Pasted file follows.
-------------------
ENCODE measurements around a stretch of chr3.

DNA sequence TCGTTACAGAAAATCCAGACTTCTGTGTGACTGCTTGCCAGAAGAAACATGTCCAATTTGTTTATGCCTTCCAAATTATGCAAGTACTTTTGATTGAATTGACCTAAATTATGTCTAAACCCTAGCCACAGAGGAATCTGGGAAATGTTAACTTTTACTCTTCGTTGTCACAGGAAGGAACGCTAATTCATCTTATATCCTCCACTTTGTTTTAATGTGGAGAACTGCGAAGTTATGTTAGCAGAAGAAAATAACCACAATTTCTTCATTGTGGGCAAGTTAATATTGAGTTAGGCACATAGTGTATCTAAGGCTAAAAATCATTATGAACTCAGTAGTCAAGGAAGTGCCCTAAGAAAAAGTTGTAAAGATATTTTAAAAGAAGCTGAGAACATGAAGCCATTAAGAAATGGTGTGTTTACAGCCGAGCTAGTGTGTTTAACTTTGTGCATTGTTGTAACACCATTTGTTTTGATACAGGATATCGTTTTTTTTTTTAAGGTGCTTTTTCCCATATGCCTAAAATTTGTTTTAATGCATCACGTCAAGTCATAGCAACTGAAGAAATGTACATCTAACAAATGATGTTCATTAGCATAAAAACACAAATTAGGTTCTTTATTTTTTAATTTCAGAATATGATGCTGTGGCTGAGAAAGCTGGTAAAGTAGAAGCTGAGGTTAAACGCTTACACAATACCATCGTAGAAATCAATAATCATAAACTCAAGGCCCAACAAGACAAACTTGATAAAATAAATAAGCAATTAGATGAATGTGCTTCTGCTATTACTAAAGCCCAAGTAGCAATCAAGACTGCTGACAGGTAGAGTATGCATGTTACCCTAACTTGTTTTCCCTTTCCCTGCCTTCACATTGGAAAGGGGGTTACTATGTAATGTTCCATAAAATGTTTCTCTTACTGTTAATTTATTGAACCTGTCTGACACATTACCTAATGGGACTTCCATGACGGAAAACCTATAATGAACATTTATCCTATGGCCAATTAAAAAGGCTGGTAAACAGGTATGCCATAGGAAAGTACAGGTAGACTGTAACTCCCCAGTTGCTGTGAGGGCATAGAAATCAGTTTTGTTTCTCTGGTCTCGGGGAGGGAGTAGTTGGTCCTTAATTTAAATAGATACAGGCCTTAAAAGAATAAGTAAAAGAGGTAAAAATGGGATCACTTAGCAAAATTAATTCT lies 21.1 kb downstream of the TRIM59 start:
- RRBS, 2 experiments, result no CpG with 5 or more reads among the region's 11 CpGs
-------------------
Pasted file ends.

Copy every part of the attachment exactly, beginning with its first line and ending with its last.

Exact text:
ENCODE measurements around a stretch of chr3.

DNA sequence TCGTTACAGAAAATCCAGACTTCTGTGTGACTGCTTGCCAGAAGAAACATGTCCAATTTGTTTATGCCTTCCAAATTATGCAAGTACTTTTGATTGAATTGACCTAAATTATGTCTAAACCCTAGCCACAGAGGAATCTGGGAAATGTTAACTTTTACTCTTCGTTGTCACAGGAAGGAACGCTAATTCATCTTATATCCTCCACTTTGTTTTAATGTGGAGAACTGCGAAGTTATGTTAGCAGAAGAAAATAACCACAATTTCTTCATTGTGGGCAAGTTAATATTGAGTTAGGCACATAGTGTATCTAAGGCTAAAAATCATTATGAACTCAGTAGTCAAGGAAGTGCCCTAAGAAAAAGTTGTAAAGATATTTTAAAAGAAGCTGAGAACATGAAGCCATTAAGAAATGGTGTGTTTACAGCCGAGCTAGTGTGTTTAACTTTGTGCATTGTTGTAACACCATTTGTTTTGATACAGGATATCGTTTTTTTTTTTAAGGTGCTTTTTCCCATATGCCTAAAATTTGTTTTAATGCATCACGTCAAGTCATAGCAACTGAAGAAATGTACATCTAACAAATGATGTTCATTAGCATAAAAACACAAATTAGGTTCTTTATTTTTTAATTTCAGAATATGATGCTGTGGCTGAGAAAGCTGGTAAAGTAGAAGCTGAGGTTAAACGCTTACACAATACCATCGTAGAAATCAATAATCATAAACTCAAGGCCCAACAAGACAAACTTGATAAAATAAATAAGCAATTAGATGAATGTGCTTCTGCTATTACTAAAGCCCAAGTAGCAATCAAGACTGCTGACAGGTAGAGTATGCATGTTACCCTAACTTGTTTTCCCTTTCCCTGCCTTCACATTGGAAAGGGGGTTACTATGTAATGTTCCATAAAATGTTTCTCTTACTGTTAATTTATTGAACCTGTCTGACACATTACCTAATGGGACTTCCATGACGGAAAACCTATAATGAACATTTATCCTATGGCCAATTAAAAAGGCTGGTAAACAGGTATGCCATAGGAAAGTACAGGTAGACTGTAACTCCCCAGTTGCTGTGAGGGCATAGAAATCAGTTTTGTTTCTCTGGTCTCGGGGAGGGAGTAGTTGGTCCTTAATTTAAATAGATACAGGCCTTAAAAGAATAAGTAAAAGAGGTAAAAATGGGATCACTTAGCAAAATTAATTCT lies 21.1 kb downstream of the TRIM59 start:
- RRBS, 2 experiments, result no CpG with 5 or more reads among the region's 11 CpGs